Mixed findings on GI bleeding risk with new oral anticoagulants

Reuters Health Information: Mixed findings on GI bleeding risk with new oral anticoagulants

Mixed findings on GI bleeding risk with new oral anticoagulants

Last Updated: 2015-05-06

By Will Boggs MD

NEW YORK (Reuters Health) - New oral anticoagulants may be associated with a higher risk of gastrointestinal bleeding than warfarin in patients over 75 years, but two new studies yield conflicting results.

"Our finding that a patient's age influences the gastrointestinal safety of the drug is an important new finding," Dr. Neena S. Abraham from Mayo Clinic in Scottsdale, Arizona, told Reuters Health.

"Patients <65 years had fewer gastrointestinal bleeds when treated with dabigatran and rivaroxaban, compared to warfarin. But this risk increased after the age of 65 such that by age 76, the risk of gastrointestinal bleed associated with either agent exceeded that with warfarin," she said in an email.

Yet Dr. Hsien-Yen Chang from Johns Hopkins Bloomberg School of Public Health in Baltimore, Maryland, and colleagues found no significant difference in bleeding.

He told Reuters Health by email, "Our inability to detect a significant difference between dabigatran and warfarin may have been a result of a low number of events resulting in inadequate statistical power. In addition, most patients exited the cohort due to loss of continuous exposure."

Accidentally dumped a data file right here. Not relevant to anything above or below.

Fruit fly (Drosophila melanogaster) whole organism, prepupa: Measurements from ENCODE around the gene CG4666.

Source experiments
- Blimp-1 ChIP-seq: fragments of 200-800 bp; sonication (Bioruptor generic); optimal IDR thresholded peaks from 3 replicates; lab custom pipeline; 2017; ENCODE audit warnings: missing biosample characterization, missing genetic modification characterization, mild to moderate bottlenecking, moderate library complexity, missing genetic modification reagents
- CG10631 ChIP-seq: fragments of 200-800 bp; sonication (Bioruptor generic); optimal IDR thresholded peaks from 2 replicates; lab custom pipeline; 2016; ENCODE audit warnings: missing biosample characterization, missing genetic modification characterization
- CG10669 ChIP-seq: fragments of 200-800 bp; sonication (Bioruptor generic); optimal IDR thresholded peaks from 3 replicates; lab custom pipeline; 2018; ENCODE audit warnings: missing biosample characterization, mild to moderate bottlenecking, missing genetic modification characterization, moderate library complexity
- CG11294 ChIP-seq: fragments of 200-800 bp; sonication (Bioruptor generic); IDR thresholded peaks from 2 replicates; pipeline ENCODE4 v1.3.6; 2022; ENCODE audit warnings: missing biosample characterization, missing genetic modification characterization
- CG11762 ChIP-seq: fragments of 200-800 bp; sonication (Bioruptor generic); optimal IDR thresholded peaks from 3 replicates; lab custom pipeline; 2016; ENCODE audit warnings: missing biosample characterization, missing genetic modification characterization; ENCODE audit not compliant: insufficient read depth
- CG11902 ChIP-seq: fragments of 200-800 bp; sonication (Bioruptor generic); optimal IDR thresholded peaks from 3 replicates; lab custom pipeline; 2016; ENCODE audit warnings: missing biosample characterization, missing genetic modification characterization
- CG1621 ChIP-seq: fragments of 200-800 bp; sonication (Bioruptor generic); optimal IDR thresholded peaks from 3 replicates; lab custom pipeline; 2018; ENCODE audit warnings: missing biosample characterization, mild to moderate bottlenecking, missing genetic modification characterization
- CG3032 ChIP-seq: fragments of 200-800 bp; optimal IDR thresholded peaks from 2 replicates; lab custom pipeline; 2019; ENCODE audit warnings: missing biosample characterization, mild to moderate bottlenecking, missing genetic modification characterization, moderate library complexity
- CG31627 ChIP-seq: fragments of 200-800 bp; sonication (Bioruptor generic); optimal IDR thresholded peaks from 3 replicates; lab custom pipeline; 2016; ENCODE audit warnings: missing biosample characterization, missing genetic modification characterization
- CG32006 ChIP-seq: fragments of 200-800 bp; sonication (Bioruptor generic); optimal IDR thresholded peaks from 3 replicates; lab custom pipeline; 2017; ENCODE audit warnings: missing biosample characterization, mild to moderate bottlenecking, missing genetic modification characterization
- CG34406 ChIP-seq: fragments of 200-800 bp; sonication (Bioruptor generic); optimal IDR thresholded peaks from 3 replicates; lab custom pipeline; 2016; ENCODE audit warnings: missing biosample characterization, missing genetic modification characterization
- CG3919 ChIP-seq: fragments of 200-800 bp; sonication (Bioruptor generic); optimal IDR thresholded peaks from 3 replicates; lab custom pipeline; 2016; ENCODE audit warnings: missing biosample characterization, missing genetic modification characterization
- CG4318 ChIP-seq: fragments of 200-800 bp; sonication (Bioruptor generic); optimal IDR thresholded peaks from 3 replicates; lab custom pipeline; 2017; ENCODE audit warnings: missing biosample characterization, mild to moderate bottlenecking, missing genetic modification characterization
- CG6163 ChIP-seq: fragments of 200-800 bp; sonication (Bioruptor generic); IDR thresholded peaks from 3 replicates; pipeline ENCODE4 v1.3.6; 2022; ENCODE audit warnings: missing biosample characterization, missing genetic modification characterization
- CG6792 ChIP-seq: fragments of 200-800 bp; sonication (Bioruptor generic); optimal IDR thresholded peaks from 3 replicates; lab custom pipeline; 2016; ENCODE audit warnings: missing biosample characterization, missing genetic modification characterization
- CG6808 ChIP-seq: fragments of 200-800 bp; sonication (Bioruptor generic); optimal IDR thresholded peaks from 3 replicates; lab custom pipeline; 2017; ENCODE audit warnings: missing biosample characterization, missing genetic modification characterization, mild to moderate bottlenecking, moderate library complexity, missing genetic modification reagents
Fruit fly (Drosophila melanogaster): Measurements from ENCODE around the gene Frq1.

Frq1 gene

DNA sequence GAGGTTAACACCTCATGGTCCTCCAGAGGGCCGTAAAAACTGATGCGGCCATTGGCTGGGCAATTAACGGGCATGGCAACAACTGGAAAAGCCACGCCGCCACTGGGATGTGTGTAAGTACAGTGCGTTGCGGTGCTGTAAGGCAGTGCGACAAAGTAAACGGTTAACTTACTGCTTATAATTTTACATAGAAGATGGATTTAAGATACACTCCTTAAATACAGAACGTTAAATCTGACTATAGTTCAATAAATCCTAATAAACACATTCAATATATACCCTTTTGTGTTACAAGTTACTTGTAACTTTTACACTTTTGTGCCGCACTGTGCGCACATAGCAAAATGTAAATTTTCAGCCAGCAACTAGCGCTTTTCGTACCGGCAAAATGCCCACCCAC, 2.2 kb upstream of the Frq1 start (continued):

Both studies were published online April 24 in the BMJ.

Earlier research has been inconsistent on the risk of GI bleeding with the newer drugs relative to warfarin, according to the reports, though meta-analyses have found more bleeds with dabigatran and rivaroxaban.

Dr. Abraham's team used data from Optum Labs Data Warehouse to compare GI bleeding risks associated with dabigatran, rivaroxaban, and warfarin in nearly 93,000 patients taking one of these anticoagulants.

Overall, dabigatran and rivaroxaban patients had GI bleeding rates comparable to those of matched patients taking warfarin, they found.